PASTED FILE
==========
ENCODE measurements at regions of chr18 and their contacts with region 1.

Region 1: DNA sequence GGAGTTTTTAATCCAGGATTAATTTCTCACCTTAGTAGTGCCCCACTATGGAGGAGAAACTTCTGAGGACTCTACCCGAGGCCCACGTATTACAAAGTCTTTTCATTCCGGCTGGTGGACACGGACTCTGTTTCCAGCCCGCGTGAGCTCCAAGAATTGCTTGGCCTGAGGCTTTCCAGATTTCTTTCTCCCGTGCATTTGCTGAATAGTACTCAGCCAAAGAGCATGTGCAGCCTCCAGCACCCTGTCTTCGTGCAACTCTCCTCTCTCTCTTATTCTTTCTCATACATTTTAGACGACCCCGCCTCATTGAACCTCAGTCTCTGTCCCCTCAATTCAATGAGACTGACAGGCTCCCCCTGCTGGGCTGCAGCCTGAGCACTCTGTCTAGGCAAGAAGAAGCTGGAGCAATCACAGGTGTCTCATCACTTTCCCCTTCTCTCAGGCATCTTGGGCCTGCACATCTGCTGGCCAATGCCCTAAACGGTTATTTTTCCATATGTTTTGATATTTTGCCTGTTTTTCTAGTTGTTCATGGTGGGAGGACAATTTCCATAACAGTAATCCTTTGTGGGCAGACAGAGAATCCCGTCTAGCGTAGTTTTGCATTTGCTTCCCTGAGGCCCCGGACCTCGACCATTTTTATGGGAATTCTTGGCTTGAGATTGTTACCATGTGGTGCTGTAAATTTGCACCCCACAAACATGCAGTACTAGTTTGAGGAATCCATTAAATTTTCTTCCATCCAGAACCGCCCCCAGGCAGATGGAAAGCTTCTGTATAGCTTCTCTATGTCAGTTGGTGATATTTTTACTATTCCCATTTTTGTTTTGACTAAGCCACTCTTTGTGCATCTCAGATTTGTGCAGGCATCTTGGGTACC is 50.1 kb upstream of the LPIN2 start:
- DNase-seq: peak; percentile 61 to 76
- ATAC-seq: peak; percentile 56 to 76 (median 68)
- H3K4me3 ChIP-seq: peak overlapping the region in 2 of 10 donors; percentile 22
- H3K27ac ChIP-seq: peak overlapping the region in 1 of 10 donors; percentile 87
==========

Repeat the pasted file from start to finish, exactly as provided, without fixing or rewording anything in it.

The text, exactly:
ENCODE measurements at regions of chr18 and their contacts with region 1.

Region 1: DNA sequence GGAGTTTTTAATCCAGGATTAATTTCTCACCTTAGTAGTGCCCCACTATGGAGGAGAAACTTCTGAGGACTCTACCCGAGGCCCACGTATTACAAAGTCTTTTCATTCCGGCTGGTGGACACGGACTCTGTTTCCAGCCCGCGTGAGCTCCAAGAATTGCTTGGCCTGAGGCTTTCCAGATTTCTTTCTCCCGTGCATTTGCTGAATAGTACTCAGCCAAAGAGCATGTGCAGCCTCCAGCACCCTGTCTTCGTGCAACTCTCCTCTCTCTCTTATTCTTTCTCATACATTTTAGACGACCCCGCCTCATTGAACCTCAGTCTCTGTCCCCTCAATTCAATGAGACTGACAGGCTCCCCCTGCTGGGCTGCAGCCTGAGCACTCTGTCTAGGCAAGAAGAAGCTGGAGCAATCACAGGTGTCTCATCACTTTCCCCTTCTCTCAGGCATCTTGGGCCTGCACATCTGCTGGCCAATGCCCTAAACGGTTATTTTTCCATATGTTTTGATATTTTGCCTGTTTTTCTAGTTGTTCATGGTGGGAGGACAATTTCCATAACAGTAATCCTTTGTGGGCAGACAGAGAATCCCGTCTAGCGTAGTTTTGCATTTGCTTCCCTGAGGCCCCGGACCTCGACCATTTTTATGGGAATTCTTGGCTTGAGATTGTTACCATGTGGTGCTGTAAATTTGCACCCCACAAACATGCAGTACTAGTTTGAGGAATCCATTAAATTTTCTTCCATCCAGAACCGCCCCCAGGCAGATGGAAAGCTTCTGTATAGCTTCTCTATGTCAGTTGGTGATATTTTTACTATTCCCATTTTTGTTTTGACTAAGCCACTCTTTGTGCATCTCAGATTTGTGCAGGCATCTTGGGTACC is 50.1 kb upstream of the LPIN2 start:
- DNase-seq: peak; percentile 61 to 76
- ATAC-seq: peak; percentile 56 to 76 (median 68)
- H3K4me3 ChIP-seq: peak overlapping the region in 2 of 10 donors; percentile 22
- H3K27ac ChIP-seq: peak overlapping the region in 1 of 10 donors; percentile 87